- Unfortunately, we put the big data point on his ability to preach. There are fourteen other assessment elements in addition to preaching, all of which relate to the man’s character and family.
- When doing a leadership assessment, a vital key begins with the leader’s wife and then his children (if he has any), but not to critique them. You do this to assess him—how has he affected them?
- Then you assess the husband (pastor).
- The most objective data point in a pastor’s life, as far as his community skill set is concerned, is how he relates to his wife. The word husband is from husbandman, a tiller of the soil, or what we say today is a gardener. His wife has received more of his relational care, communication skill, restorative help, and Christian experience than any other human.
A Short List
A short list of reciprocal community qualities of a good pastor and wife are,
- Do they like each other? Not the public side you see, but do you know if they are warm, kind, gentle, always repenting, and have affectionate love for each other when they are alone?
- Do they want to be with each other?
- If they could pick one person to go out with, they would prefer each other as their first choice.
- When they look at each other, you perceive warm affection between them.
- They are quick to repent after they offend each other because it grieves them when they offend the other.
- They think of their spouse at random times during the day.
Average, But Exceptional
- The preaching may be average.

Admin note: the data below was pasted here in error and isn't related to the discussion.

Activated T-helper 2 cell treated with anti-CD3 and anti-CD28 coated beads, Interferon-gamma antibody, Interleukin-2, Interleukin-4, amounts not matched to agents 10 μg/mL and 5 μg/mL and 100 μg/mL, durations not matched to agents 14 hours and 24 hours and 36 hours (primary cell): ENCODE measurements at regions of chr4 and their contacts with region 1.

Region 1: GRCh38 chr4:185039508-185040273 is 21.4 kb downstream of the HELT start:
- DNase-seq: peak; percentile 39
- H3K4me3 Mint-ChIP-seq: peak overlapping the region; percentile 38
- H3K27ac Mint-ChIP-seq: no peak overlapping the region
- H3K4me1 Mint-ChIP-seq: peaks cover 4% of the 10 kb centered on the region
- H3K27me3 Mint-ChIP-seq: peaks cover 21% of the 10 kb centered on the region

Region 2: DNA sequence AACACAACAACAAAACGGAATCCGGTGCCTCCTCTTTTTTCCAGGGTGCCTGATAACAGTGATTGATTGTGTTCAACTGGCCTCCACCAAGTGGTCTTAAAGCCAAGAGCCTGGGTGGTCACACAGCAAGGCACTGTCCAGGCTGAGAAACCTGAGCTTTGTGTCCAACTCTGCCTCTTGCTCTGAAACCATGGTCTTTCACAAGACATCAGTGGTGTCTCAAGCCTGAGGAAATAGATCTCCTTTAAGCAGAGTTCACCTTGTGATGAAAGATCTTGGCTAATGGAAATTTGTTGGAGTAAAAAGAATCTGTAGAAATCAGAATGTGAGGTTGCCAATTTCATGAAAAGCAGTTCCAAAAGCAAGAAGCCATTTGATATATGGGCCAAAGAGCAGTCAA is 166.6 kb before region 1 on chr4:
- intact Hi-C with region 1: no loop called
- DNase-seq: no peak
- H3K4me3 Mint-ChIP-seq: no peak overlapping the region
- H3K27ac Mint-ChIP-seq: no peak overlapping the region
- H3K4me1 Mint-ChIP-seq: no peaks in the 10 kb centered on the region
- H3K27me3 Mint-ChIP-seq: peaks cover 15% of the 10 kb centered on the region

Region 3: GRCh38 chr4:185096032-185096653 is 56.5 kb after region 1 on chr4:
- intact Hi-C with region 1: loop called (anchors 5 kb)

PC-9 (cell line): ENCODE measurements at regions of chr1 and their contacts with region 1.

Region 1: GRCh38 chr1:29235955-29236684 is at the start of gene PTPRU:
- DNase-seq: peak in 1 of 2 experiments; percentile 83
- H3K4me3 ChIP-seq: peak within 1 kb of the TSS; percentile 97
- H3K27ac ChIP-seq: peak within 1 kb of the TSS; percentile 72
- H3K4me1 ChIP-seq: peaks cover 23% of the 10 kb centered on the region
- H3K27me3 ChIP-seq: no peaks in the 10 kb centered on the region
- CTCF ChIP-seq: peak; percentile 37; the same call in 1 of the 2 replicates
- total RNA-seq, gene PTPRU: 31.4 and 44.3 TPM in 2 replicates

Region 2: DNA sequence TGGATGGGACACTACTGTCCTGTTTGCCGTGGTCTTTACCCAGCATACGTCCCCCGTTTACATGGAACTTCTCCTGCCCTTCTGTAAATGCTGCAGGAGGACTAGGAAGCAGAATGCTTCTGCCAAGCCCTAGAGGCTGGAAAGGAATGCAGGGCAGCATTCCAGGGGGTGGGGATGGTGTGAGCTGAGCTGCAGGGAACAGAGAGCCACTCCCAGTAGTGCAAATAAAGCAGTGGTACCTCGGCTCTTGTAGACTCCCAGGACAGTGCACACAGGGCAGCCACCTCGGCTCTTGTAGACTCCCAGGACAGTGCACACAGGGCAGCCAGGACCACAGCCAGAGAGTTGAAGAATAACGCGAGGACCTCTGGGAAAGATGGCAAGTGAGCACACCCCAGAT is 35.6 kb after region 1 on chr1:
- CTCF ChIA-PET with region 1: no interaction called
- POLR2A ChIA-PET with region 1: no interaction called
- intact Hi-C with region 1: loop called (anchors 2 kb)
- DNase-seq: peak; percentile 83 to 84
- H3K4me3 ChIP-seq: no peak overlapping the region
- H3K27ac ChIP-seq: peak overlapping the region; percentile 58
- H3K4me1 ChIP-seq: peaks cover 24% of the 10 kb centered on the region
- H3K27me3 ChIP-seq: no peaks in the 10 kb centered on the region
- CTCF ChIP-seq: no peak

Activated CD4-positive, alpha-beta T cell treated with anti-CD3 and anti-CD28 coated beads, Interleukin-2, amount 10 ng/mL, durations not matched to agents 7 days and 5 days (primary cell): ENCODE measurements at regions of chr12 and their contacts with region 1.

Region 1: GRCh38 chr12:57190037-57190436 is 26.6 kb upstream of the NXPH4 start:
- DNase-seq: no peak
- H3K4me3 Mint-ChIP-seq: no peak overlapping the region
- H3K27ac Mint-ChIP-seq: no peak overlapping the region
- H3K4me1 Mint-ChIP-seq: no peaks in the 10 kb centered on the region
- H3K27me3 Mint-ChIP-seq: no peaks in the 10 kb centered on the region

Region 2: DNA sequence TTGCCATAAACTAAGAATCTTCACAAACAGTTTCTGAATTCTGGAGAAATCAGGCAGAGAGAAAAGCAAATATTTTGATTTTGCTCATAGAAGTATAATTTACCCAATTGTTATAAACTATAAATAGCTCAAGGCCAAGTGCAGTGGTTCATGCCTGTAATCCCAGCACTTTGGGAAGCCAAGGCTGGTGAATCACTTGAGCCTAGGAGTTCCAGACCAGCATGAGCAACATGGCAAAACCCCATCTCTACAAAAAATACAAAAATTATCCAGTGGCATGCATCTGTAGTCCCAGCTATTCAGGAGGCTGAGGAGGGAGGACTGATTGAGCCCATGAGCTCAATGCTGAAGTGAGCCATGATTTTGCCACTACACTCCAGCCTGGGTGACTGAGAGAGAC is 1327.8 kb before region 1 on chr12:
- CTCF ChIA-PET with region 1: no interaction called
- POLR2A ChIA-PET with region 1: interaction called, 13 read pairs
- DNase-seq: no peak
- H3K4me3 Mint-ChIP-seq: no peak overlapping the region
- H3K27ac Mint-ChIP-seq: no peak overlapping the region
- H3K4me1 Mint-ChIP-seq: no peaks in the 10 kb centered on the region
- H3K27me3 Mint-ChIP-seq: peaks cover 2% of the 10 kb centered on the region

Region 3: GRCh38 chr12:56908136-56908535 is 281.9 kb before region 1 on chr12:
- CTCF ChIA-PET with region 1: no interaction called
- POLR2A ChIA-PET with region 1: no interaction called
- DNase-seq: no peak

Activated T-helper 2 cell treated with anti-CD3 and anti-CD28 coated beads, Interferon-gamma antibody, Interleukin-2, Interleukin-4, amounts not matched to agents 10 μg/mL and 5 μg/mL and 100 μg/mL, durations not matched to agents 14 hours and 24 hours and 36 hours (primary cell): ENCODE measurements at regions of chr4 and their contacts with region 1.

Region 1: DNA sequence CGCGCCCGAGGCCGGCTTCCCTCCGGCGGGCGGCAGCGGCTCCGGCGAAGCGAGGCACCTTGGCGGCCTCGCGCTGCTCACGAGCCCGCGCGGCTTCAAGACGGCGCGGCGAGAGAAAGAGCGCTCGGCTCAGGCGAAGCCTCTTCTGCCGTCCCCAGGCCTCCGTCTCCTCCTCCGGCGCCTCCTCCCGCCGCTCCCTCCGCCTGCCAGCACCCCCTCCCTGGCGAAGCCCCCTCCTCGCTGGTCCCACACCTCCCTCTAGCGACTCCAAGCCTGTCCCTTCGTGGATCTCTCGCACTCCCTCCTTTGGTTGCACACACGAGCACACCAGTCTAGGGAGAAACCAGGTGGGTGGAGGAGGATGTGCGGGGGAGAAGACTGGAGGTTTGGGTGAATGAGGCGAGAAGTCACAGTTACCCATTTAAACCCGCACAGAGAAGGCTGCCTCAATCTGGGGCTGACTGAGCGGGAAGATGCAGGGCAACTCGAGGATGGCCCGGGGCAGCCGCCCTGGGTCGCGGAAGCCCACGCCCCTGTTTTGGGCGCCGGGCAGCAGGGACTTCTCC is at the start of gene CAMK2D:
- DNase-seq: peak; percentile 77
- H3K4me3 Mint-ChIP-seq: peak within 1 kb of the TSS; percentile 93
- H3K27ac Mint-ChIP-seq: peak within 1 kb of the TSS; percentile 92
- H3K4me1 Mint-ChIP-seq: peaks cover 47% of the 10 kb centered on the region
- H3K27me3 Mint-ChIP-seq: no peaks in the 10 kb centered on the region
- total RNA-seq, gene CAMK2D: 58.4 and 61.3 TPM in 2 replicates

- But they (pastor and wife) are exceptional in a private, personal community.
- If so, the church’s culture has its best chance to mature. They can enjoy true, authentic, repenting community unity.
Exceptional, But Average
- He teaches wonderfully well.
- He exegetes a text like nobody’s business.
- He is dynamic, winsome, charismatic, theologically precise, and well-followed.
- But suppose his marriage is not a maturing version of what I have described. In that case, your church cannot have an overall koinonia culture or even a trajectory that leads to that kind of gospel-centered living.
- Of course, there will be outliers in your church who will mature despite the leadership, but they will not be the majority report. The congregation as a whole will not rise above what the leadership models.
- Go to your leadership, lay out your concerns, and collaborate with them to bring practical, dynamic, communal change to your church.
- Accept the community culture of your church while modeling the gospel as outlined here, resigning that you may always be an outlier.
- Ask God to lead you to a pastor and his wife who get the gospel in more than “word only” but are exemplars of what it means practically.
- No place for self-righteousness. You cannot sin against your church. You must not grumble, complain, or do any other divisive sin that makes things worse than they are.
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Rick launched the Life Over Coffee global training network in 2008 to bring hope and help for you and others by creating resources that spark conversations for transformation. His primary responsibilities are resource creation and leadership development, which he does through speaking, writing, podcasting, and educating.
In 1990 he earned a BA in Theology and, in 1991, a BS in Education. In 1993, he received his ordination into Christian ministry, and in 2000 he graduated with an MA in Counseling from The Master’s University. In 2006 he was recognized as a Fellow of the Association of Certified Biblical Counselors (ACBC).